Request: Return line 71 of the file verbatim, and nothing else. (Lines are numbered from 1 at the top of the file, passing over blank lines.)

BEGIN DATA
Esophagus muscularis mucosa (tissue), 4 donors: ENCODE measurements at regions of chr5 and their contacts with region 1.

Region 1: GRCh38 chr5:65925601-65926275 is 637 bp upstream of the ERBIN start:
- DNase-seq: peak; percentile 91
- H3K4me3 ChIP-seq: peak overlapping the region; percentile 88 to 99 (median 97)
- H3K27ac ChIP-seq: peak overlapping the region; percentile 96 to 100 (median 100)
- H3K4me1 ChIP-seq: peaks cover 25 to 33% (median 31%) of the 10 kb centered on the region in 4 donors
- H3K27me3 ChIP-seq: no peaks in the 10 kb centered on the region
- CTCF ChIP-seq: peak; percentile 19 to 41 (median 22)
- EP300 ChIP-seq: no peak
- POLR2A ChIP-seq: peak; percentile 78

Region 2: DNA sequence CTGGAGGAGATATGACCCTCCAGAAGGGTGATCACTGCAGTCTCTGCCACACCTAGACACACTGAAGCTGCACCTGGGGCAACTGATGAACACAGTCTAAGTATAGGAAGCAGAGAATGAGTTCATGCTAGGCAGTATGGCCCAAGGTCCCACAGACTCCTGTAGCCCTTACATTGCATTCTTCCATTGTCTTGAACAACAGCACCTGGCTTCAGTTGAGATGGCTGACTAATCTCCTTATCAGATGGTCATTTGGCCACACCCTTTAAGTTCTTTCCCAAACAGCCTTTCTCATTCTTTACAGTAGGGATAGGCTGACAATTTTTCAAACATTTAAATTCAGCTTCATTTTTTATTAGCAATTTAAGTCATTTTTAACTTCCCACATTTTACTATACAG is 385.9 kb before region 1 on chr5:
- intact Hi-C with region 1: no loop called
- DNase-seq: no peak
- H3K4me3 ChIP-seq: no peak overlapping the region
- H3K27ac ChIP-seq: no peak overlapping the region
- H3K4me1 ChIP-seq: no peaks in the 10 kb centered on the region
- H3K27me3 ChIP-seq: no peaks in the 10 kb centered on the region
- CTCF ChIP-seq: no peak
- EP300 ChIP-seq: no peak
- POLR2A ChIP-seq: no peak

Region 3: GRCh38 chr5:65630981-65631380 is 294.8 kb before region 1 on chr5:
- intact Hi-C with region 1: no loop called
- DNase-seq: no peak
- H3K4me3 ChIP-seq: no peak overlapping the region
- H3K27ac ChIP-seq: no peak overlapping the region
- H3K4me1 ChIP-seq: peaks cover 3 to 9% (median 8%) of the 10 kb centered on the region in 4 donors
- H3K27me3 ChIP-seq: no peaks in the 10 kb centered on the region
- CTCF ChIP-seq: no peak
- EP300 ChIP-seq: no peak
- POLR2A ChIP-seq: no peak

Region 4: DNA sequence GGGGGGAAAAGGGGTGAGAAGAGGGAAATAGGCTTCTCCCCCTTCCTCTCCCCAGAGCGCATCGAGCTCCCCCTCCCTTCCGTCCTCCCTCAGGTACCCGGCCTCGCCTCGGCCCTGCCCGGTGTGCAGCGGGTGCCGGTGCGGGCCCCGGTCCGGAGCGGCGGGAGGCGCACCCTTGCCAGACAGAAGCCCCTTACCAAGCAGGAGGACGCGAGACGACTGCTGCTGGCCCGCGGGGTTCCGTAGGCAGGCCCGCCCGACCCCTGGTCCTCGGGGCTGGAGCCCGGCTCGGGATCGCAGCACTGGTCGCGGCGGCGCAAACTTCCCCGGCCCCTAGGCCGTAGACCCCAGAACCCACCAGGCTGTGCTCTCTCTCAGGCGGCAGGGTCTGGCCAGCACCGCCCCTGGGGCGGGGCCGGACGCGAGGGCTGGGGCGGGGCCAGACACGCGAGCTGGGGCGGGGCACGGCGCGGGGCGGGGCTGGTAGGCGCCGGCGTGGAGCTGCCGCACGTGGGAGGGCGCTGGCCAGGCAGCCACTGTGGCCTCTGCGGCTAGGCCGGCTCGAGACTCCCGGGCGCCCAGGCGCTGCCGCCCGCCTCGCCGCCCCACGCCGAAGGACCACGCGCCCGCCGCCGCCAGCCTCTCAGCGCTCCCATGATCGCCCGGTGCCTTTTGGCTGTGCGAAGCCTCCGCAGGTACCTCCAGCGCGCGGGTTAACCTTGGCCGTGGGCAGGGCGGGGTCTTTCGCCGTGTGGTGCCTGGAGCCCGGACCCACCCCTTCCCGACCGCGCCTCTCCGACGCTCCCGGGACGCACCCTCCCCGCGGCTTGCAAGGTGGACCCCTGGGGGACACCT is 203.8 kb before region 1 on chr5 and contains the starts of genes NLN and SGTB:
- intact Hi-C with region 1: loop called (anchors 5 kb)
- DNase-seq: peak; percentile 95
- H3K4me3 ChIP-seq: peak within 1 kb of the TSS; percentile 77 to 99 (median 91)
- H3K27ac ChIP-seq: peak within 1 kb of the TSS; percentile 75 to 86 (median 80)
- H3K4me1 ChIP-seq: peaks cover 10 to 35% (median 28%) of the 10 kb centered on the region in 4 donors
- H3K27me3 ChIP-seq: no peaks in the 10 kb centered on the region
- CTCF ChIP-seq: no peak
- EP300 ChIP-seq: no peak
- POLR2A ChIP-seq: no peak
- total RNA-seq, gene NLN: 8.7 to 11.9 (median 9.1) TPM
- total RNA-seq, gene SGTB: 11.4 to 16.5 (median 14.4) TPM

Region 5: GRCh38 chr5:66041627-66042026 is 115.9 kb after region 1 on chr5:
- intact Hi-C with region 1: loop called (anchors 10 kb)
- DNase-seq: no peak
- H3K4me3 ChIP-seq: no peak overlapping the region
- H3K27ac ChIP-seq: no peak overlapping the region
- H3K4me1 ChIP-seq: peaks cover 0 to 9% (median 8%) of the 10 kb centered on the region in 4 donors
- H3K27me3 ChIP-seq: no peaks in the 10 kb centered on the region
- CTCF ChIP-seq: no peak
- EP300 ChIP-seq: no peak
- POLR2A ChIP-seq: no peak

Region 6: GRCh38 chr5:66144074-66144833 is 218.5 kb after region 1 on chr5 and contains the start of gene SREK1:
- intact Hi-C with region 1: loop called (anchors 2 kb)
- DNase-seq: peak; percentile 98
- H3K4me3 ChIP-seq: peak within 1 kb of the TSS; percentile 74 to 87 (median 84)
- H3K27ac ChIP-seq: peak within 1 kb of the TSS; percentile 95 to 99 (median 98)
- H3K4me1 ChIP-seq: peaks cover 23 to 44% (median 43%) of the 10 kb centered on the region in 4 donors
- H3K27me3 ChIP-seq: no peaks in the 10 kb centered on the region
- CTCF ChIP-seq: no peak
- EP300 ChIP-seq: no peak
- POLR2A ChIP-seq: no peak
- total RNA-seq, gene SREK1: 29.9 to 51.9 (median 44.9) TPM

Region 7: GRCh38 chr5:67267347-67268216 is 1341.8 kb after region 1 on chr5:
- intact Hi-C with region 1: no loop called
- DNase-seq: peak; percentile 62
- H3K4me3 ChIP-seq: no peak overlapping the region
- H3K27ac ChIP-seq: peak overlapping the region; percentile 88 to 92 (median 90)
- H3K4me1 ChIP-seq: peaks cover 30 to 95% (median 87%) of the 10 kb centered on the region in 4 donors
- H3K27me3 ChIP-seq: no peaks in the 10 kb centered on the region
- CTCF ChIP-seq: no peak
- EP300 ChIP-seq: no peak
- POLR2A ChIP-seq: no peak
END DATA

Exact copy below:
- CTCF ChIP-seq: no peak